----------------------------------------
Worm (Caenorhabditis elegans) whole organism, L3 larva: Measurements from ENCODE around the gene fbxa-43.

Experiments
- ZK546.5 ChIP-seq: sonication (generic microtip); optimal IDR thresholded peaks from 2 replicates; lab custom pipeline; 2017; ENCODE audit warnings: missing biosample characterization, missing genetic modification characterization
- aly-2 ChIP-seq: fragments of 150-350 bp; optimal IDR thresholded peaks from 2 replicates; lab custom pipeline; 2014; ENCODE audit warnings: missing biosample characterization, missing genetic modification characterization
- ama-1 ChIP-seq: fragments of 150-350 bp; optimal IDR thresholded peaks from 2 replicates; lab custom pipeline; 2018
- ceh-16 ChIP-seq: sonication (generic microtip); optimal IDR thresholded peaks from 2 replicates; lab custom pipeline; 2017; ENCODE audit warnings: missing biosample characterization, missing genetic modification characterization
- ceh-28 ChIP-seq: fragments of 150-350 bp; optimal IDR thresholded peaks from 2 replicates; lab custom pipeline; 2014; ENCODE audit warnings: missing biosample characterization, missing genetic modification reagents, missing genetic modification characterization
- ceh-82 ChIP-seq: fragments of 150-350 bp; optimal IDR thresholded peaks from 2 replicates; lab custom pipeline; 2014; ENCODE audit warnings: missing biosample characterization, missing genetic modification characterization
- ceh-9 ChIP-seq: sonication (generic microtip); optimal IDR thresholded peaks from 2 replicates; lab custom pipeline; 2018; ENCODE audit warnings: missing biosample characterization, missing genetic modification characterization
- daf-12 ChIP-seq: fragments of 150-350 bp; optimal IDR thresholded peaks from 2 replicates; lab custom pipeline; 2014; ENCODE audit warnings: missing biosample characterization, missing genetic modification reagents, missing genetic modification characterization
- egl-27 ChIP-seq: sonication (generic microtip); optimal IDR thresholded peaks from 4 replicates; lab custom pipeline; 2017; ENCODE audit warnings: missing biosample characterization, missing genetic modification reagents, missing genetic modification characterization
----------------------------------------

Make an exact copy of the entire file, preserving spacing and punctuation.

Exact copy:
Worm (Caenorhabditis elegans) whole organism, L3 larva: Measurements from ENCODE around the gene fbxa-43.

Experiments
- ZK546.5 ChIP-seq: sonication (generic microtip); optimal IDR thresholded peaks from 2 replicates; lab custom pipeline; 2017; ENCODE audit warnings: missing biosample characterization, missing genetic modification characterization
- aly-2 ChIP-seq: fragments of 150-350 bp; optimal IDR thresholded peaks from 2 replicates; lab custom pipeline; 2014; ENCODE audit warnings: missing biosample characterization, missing genetic modification characterization
- ama-1 ChIP-seq: fragments of 150-350 bp; optimal IDR thresholded peaks from 2 replicates; lab custom pipeline; 2018
- ceh-16 ChIP-seq: sonication (generic microtip); optimal IDR thresholded peaks from 2 replicates; lab custom pipeline; 2017; ENCODE audit warnings: missing biosample characterization, missing genetic modification characterization
- ceh-28 ChIP-seq: fragments of 150-350 bp; optimal IDR thresholded peaks from 2 replicates; lab custom pipeline; 2014; ENCODE audit warnings: missing biosample characterization, missing genetic modification reagents, missing genetic modification characterization
- ceh-82 ChIP-seq: fragments of 150-350 bp; optimal IDR thresholded peaks from 2 replicates; lab custom pipeline; 2014; ENCODE audit warnings: missing biosample characterization, missing genetic modification characterization
- ceh-9 ChIP-seq: sonication (generic microtip); optimal IDR thresholded peaks from 2 replicates; lab custom pipeline; 2018; ENCODE audit warnings: missing biosample characterization, missing genetic modification characterization
- daf-12 ChIP-seq: fragments of 150-350 bp; optimal IDR thresholded peaks from 2 replicates; lab custom pipeline; 2014; ENCODE audit warnings: missing biosample characterization, missing genetic modification reagents, missing genetic modification characterization
- egl-27 ChIP-seq: sonication (generic microtip); optimal IDR thresholded peaks from 4 replicates; lab custom pipeline; 2017; ENCODE audit warnings: missing biosample characterization, missing genetic modification reagents, missing genetic modification characterization